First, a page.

Carnegie Hall’s 130th season launches on Wednesday, October 7 with an Opening Night Gala performance by the Los Angeles Philharmonic, led by Music and Artistic Director Gustavo Dudamel, marking the orchestra’s first appearances at Carnegie Hall in 30 years. The celebratory program includes John Adams’s Tromba Lontana, Grieg’s Piano Concerto featuring Lang Lang along with selections from Grieg’s Peer Gynt with soprano Liv Redpath. Following Opening Night, the orchestra returns to the Hall for two consecutive evenings of concerts, performing premieres of works by Andrew Norman and Gabriela Smith, plus music by Ginastera and Mahler.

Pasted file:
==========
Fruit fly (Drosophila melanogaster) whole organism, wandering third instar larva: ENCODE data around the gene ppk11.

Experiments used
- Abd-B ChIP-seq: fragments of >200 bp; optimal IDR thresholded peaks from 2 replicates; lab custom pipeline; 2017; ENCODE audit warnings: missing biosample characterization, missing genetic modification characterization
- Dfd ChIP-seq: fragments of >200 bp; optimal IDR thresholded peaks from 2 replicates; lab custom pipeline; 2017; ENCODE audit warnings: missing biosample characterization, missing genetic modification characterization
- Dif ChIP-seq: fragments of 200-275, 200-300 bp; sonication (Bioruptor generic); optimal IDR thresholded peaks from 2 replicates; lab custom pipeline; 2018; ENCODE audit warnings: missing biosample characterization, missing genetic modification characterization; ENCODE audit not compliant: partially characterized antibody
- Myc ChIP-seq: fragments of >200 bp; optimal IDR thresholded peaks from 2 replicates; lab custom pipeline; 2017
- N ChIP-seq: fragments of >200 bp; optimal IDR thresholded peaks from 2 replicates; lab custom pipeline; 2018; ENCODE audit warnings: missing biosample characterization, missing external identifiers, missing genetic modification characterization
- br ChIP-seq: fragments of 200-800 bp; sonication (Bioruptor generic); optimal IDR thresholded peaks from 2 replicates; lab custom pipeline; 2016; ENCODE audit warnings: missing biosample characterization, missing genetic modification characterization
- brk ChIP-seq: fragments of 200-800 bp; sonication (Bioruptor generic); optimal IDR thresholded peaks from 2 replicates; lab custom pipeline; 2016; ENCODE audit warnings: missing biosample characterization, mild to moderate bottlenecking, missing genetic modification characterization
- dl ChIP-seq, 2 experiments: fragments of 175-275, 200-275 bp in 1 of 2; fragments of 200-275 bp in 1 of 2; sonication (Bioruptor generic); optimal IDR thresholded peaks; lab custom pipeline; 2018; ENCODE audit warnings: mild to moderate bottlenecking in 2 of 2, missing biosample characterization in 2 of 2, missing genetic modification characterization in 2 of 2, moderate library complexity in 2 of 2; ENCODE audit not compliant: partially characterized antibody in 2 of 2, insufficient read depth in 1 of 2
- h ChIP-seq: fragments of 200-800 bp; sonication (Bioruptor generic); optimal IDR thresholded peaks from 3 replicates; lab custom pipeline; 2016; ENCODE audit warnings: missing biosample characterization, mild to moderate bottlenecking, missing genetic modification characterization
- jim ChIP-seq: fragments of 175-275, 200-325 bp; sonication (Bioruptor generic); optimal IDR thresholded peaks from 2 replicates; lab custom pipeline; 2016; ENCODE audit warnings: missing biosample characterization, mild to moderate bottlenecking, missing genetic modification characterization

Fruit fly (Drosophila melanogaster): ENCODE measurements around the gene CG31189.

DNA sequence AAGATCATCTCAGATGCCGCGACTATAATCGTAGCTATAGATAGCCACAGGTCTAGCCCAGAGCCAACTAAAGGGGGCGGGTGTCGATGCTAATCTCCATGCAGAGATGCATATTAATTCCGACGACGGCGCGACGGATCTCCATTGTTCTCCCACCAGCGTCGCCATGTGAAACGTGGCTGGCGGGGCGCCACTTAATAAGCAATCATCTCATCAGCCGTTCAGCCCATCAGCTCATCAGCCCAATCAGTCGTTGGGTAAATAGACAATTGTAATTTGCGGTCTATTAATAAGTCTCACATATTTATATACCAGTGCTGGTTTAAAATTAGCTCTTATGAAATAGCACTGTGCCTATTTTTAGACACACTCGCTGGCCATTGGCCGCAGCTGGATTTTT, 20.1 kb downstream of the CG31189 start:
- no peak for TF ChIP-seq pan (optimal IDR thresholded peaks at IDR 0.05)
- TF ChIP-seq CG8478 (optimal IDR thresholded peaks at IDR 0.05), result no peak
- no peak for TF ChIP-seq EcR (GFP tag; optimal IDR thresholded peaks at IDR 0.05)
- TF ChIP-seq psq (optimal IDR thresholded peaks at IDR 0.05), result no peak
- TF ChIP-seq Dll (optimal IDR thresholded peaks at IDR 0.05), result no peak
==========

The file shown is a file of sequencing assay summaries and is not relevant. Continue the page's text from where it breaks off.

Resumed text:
From March-May 2021, Carnegie Hall presents Voices of Hope: Artists in Times of Oppression, a citywide festival spotlighting the resilience of artists throughout history and the life-affirming power of music and the arts during times of oppression and tyranny. With 16 concerts at Carnegie Hall crossing musical genres and thought-provoking events at more than 40 prestigious partner organizations, the festival kicks off at Carnegie Hall on March 12 with Rhiannon Giddens and Friends: Songs of Our Native Daughters, where Giddens and her group of black female banjo players, Our Native Daughters, draw from historical sources to reimagine our collective past, shining a new light on African American women’s stories of struggle, resistance, and hope. The festival extends across New York City over three months with exhibitions, performances, talks, film screenings, and more, further exploring how the arts have been used as a tool for activism, resistance, solidarity, and hope.